Nice redfish caught on the lagoon by kayak with Capt. Alex Gorichky

This week’s fishing will be a bit tough with the high winds mid-week, however, look for it to be real nice as the weekend sets in. For kayak fishing search out the backwater areas of the Merritt Island Wildlife Refuge. The water will fluctuate some but it has been mostly steady with the spring rise. This opens up dry mangrove lined mud flats for hungry redfish. We have been tapping the adventurous side of kayak fishing for a few weeks and it has paid well. Artificial lures like the Slayer SST (Paddle tail) soft plastics work great in this type of “search” fishing as it allows you to cover a lot of water. Bring bug spray!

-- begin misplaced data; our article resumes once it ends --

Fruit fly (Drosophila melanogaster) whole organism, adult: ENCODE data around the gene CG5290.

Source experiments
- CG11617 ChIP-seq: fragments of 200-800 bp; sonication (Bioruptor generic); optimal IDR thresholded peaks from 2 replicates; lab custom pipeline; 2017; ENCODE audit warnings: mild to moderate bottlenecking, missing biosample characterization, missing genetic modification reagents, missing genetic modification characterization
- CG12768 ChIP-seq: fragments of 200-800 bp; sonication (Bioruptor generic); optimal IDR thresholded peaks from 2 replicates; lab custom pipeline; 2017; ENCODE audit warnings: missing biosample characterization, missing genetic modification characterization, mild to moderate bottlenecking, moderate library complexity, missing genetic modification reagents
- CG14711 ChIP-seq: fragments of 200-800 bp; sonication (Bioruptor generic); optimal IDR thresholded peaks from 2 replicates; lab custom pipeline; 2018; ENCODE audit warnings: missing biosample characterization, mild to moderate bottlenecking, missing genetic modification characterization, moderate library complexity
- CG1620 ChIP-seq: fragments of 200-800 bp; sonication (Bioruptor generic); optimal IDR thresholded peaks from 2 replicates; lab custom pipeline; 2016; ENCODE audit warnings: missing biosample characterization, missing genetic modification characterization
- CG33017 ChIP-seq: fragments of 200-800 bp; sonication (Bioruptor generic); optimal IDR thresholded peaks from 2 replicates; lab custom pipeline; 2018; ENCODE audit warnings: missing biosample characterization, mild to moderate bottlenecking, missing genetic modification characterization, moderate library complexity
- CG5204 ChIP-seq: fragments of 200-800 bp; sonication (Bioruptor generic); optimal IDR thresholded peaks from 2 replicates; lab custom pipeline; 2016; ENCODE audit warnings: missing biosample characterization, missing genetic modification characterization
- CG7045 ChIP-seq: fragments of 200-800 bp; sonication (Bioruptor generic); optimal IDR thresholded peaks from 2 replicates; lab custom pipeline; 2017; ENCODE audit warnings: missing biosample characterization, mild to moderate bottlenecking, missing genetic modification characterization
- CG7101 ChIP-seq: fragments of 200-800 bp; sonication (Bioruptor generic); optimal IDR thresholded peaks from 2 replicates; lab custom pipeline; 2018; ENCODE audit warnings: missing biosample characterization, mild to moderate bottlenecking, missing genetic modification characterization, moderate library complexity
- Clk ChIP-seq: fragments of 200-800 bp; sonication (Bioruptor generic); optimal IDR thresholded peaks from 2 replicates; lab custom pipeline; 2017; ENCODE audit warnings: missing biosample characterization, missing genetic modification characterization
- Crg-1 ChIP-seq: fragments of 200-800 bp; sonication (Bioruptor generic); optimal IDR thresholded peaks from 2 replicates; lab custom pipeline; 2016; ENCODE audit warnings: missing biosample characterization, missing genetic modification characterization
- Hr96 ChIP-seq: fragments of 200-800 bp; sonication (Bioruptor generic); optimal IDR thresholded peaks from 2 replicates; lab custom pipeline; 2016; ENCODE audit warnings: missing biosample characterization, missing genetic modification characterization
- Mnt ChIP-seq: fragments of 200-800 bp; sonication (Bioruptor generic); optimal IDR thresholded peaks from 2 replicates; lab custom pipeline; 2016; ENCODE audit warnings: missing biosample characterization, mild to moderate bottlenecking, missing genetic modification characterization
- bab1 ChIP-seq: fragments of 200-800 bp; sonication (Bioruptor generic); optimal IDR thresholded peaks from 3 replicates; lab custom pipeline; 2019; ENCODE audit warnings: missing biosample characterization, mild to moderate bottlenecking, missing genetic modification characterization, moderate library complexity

Some flounder are being caught and that will continue over the coming weeks as they move in from their winter spawn on the continental shelf. The brown water has been tough to get away from and it’s obviously not our typical fishing. Look to other dark/dirty water fisheries for hints and tips that will undoubtedly help in our situation. Dark or glow colors, flash/gold, noise and other tactics are used daily in other areas and they can be used here.

Many of us that guide regularly on these lagoons are concerned for the water quality and even more so for some of our resident populations of fish. As a person that hopes for a bright future, I have looked at ways to help in using this resource. I have dabbled in catch and release for the major two (reds and trout) for years but were willing to take drum, sheepshead and mangrove snapper. As of the most recent browning of the Brevard County lagoons, that will no longer be the case. All lagoon fish should be released using the best possible techniques. So join me and many others in insuring we have some fish left as we limp into a hopeful recovery.